The workers in the company’s landline business and CEO Lowell McAdam agreed to a tentative deal that would provide 1,400 new jobs and raise pay just over 10%. The deal is a good one for the workers; the drawn-out strike was beginning to affect Verizon’s service. Some analysts speculate the deal could encourage McAdam to explore a sale of the landline business. Fortune
U.S. Chamber of Commerce pushes for a Republican Senate
The business lobby will launch an initiative today to ensure Republicans hold the Senate in November. Thomas Donohue‘s organization will work with senators, including some who haven’t endorsed Donald Trump, such as Senator Lindsey Graham, to raise funds for closely contested seats. Mitt Romney, Jeb Bush, and Carly Fiorina will also help with the initiative. WSJ
Building a Better Leader
New overtime rules could doom prestige jobs
Young applicants battle for prestigious positions as assistants subjected to long hours and grueling expectations in fields such as publishing and movies (think The Devil Wears Prada). But the new overtime rule could endanger those jobs and the prospects of those who would hold them. NYT
You’re not heartless for firing a longtime employee…
…assuming it makes financial sense for the company. Fortune
Paid leave for pet loss
A pet health insurance company is offering pet bereavement leave. Will other employers follow? Idaho Statesman
Report questions the VA inspector general’s authority
A Senate report claims the Department of Veteran Affairs inspector general’s office lacks the independent authority needed to investigate the department and in at least one investigation had no benchmark for defining wrongdoing. It cited “systemic” problems that must be addressed. Secretary Robert McDonald, formerly Procter & Gamble’s CEO, has struggled to turn around the troubled department since taking over two years ago. USA Today
Banks look to downsize
A switch in strategy has led a number of banks to change their plans to serve all financial needs. Michael Corbat‘s Citigroup wants to leave retail banking in 20 countries. John Cryan‘s Deutsche Bank and Tidjane Thiam‘s Credit Suisse are attempting similar reversals after the financial crisis showed that a bigger balance sheet didn’t necessarily protect banks. WSJ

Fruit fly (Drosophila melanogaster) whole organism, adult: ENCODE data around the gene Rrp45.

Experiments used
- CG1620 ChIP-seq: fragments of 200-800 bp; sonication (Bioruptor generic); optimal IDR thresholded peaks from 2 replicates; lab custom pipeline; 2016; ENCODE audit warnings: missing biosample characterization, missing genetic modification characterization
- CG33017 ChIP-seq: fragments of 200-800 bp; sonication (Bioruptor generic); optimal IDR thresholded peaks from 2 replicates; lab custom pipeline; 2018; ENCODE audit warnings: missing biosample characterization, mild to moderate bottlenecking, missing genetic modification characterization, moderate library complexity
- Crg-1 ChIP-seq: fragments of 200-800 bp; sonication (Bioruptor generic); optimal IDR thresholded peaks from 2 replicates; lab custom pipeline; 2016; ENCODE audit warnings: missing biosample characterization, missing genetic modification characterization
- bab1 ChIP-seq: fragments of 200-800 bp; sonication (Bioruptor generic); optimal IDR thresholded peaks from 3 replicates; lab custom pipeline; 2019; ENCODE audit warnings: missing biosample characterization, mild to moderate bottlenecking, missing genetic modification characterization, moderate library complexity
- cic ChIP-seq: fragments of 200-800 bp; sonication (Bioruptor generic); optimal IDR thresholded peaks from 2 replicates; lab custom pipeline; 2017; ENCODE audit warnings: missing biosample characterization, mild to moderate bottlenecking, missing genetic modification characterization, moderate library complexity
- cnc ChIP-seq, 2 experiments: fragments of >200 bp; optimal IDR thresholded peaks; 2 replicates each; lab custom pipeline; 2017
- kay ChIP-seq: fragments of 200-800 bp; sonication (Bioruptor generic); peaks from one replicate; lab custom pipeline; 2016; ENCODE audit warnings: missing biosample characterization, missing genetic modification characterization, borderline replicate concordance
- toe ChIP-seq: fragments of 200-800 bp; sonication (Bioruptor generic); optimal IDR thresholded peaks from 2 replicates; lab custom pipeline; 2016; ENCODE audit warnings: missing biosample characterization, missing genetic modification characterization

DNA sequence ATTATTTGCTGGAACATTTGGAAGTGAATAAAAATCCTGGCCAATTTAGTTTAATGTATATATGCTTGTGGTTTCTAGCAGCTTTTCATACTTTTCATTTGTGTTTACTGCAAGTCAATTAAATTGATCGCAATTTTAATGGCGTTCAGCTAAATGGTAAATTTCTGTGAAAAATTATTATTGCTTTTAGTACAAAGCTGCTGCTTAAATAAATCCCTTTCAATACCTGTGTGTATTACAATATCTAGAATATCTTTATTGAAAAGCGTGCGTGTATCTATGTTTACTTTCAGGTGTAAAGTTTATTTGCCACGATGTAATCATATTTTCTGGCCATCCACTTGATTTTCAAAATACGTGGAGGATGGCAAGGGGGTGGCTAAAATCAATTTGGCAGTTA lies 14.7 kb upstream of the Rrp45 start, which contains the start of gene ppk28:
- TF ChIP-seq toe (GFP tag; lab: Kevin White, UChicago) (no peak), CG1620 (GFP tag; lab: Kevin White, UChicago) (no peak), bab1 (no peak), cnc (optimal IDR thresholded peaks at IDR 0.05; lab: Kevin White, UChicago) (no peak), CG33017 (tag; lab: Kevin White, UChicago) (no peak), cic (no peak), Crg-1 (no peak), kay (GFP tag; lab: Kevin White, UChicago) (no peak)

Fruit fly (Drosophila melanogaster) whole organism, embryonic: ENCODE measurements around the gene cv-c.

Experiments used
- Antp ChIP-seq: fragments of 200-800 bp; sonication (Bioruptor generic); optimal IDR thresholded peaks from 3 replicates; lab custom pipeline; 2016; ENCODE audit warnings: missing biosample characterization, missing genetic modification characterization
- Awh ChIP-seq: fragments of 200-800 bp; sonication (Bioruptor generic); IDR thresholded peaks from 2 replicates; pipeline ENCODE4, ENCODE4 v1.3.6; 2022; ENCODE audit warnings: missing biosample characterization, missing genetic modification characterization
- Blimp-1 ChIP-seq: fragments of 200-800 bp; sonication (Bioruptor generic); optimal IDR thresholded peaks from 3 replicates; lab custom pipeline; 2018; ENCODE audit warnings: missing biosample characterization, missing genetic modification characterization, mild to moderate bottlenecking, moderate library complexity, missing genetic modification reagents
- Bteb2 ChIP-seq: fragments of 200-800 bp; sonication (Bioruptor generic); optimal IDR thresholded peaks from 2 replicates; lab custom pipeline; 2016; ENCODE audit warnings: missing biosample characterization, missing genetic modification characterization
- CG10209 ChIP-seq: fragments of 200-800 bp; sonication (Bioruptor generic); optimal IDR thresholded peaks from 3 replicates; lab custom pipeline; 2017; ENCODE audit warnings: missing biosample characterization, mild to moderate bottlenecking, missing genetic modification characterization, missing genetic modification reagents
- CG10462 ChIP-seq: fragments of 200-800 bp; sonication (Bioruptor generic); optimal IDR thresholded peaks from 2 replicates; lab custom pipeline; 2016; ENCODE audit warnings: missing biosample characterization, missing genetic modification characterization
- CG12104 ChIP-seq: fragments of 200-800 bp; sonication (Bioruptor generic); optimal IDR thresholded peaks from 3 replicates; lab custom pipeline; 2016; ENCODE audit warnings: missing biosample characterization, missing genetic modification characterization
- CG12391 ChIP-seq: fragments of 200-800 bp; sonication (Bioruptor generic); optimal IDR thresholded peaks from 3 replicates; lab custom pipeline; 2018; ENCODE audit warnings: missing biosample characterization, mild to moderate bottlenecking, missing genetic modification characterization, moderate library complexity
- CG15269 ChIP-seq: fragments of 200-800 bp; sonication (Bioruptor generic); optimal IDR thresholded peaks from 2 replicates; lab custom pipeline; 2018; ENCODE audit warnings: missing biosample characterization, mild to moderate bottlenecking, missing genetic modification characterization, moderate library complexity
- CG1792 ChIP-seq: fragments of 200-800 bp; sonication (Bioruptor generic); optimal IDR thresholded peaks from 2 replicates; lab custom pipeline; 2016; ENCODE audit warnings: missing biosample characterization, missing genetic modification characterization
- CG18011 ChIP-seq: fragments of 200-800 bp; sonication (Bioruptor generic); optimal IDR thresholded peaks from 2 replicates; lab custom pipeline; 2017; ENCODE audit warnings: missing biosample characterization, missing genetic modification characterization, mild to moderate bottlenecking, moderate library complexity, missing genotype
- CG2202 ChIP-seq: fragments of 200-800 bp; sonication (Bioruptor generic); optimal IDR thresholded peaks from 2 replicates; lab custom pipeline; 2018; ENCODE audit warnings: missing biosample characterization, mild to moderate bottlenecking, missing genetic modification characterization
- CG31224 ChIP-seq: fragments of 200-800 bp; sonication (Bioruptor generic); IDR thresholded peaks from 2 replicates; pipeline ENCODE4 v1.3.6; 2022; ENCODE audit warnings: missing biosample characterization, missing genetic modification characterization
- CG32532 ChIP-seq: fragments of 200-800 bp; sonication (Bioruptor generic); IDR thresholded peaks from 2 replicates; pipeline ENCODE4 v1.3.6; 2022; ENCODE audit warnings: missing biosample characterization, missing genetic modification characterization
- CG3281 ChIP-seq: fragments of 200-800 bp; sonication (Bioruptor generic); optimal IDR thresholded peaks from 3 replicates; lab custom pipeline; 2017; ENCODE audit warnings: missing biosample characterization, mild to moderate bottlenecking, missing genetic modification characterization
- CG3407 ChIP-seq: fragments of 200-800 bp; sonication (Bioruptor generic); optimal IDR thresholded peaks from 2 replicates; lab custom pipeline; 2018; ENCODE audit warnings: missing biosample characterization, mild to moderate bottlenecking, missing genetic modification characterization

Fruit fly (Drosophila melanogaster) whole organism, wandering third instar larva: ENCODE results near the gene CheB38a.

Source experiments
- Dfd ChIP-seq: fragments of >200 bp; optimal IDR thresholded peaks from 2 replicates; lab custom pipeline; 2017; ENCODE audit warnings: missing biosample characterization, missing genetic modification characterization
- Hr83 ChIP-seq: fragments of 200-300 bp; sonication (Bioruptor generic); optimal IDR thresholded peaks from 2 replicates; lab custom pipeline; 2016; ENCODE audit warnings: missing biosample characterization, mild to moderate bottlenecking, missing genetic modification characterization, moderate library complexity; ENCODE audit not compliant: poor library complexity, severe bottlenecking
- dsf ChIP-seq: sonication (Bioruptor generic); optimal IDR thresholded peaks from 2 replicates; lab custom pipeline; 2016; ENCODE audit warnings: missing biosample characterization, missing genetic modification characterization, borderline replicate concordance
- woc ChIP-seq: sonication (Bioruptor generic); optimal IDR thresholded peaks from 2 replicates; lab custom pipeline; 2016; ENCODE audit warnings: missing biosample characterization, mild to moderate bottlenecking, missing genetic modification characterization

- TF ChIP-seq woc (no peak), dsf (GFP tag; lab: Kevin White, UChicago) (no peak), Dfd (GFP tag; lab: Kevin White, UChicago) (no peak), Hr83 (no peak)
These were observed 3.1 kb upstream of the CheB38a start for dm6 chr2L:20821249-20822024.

Trump’s leadership style takes a bite out of his campaign
As a business leader, Donald Trump often pitted managers against one another, creating a competitive workplace. That same style has led to a competition internally between campaign manager Corey Lewandowski and Paul Manafort, who was brought in to oversee operations. The schism led to the departure of political director Rick Wiley after only six weeks. Fortune
Up or Out
Bruce Cleaver has been named CEO of De Beers, which is controlled by Anglo American. Reuters
Fortune Reads and Videos
Pirate Bay co-founder likens Facebook to a private nation…
…and calls Mark Zuckerberg a dictator. Peter Sunde, whose company is a file-sharing site, says European leaders must do a better job ensuring Facebook plays by the rules. Fortune
Familiar characters spotted at Disney competitor’s park
You’ll see Marvel characters, Mickey Mouse, and Star Wars Stormtroopers — all of them Disney property — at a mall inside Dalian Wanda Group’s new theme park in China. Disney plans to take action. Wanda blames retailers for using the characters. Fortune
YouTube, Twitter, and Microsoft all sign…
…European hate-speech pact. The companies vow to react to illegal hate speech on their sites within 24 hours. Fortune
The latest episode of Silicon Valley hits close to home…
… on the tech industry’s thin skin and propensity to launch lawsuits. But there’s no way it could have known about the Gawker-Peter Thiel battle when it planned its latest episode, right? Fortune
Quote of the Day
“[W]e feel the responsibility to challenge in court what we honestly believe would be legally flawed removals…That is especially so because the flaw we see would be the inexplicable assertion that Sumner [Redstone] was acting of his own free will and with the mental competency to do so.” — Viacom lead independent director Frederic Salerno writing about the directors’ plan to fight any attempt to remove them from the board. Reuters